The novel inclusion was to use an algorithm derived from machine learning that had trained on a set of artificial faces or avatars, to generate a network of points that could be imposed on a face. Artificial faces were manipulated to reflect human-rated “trustworthiness.” The machine learning model worked well in explaining much of the key variance between the artificial avatar faces, but when the algorithm was next tested on human contemporary face databases it worked poorly; it was in low agreement with the human raters (r=.22). At this point the researchers could have revised the design of the experiment and asked humans to rate each of the historical portraits for their perceived trustworthiness, instead of continuing with the machine learning tool.

The algorithm that had been in low agreement with human raters of real faces was then applied to the historical portraits. What was found? Among the key findings, perceptions of trustworthiness increased over time but the effects were very small. Very small effects are worth reporting if they are true. It’s not a good criticism to say of an effect only that it is too small—ask the people who worked on LIGO. What matters is whether or not the small effect is robust. But a small effect that is recovered from a shaky starting point (the low correlation between the human ratings and the algorithm on the training set of human faces) looks undistinguished.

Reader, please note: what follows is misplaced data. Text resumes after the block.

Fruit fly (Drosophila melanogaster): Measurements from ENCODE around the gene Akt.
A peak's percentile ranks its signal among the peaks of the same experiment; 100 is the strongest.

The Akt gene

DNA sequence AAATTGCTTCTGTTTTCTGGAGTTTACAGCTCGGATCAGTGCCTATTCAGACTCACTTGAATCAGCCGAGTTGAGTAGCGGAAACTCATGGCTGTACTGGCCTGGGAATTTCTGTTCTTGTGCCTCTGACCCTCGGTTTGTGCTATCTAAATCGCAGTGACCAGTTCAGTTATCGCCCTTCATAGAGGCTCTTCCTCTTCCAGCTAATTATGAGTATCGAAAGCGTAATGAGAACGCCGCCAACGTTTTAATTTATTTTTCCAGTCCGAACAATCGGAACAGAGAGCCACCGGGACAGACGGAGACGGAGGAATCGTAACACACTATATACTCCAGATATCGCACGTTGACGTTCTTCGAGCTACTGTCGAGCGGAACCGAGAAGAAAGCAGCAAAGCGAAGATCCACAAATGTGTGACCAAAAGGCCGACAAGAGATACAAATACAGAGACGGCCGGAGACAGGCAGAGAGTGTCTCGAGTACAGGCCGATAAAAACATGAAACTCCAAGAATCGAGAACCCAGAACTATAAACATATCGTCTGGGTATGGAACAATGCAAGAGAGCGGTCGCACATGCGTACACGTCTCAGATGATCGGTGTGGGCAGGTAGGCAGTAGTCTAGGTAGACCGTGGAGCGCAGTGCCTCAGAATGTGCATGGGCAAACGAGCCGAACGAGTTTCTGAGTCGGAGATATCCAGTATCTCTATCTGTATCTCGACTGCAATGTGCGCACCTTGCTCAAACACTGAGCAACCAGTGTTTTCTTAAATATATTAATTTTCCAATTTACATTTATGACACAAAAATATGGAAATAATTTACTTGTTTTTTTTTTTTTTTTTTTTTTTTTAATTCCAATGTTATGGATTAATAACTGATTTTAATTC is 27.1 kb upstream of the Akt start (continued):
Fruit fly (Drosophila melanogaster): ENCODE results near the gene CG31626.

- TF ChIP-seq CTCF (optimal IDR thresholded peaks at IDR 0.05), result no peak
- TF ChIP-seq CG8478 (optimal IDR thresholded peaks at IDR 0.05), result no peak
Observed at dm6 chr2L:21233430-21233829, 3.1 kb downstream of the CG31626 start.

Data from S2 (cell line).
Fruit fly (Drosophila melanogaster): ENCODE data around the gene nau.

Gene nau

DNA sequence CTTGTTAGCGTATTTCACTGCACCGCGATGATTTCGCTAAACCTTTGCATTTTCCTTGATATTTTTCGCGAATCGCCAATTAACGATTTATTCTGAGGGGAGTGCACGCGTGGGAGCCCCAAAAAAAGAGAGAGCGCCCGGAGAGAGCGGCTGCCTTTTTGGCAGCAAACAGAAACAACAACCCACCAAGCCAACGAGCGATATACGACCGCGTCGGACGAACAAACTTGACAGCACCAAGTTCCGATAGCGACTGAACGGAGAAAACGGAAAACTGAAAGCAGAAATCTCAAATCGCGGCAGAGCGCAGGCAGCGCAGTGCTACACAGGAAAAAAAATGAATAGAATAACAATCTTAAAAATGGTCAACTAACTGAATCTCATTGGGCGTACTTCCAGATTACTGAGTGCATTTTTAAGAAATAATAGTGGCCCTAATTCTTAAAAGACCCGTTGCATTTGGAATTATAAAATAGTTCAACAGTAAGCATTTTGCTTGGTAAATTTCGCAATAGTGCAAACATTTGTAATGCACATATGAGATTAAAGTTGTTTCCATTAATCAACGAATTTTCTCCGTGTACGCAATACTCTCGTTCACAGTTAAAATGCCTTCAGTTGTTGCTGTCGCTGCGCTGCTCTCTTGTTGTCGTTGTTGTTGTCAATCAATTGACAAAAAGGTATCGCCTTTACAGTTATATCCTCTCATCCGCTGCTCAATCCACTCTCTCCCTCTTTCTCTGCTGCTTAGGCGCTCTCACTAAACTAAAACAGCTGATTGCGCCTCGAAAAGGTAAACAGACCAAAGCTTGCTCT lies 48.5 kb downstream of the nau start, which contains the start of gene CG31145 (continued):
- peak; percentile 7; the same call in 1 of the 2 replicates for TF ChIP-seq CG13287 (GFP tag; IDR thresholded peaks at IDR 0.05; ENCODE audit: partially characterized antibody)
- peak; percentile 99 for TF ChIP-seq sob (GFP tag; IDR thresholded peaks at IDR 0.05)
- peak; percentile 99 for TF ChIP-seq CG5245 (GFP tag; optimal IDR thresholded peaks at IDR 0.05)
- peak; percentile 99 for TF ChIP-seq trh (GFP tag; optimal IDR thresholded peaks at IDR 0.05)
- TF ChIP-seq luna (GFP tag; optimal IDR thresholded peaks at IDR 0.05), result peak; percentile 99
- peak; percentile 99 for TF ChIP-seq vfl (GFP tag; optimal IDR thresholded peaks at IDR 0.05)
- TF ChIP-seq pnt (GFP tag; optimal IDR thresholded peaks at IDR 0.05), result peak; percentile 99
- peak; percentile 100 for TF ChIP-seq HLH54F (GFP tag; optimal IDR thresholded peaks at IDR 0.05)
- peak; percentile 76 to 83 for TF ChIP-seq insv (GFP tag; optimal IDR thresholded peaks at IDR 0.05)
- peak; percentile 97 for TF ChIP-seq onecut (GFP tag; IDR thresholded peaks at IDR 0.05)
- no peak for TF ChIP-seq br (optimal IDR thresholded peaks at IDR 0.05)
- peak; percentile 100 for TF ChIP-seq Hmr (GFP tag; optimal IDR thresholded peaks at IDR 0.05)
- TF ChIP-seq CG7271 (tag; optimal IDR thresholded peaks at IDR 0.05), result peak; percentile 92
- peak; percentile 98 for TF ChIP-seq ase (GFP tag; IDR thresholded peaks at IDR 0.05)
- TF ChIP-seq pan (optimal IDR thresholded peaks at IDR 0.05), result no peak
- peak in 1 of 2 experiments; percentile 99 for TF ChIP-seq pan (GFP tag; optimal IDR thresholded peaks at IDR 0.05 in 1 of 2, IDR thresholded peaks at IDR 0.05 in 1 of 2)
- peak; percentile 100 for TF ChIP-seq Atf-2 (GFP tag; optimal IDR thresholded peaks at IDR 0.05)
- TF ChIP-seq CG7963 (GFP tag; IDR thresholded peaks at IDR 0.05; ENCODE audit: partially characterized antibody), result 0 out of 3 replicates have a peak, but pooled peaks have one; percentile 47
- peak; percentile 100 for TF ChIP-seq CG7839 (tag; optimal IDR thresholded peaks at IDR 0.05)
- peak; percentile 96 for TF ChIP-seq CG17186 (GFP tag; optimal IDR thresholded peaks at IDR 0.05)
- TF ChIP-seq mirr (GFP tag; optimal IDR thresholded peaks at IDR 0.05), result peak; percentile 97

The authors then compare the slope of the change in perceived trustworthiness with various measures such as prosperity as indexed by Gross National Product. They find a small relationship between the slope of increasing prosperity and the slope of increasing perceived trustworthiness over time. They report two null findings–in two further analyses, using other gallery images, the changes in perceived trustworthiness were not linked with the presence of democratic institutions, nor with political democratization. Obviously, people expert in machine learning will bring their richer expertise to bear on this work. There are a couple of things to say about the paper that are more qualitative.

The first concerns the reaction to the paper. I had intended to write something about the Twitter response but it’s such a disheartening task; like watching a bunch of drunk thugs pile in on an innocent passer-by who just walked out of the local library. And Nicolas Baumard and his co-authors are completely innocent of the wrong-doing ascribed to them by the Twitter pile-on which I won’t quote here, it’s too contemptible.

Many tweets accused the authors of racism, yet the evidence is against this criticism. This is a study only of European faces; a sensible choice which needs no defence given the availability of the data. The algorithm which was trained on a set of artificial Caucasian faces was not designed to assess perceived trustworthiness in other populations. It has not been used to assess even perceived trustworthiness in non-European populations, let alone actual trustworthiness which, I repeat, was not the dependent variable.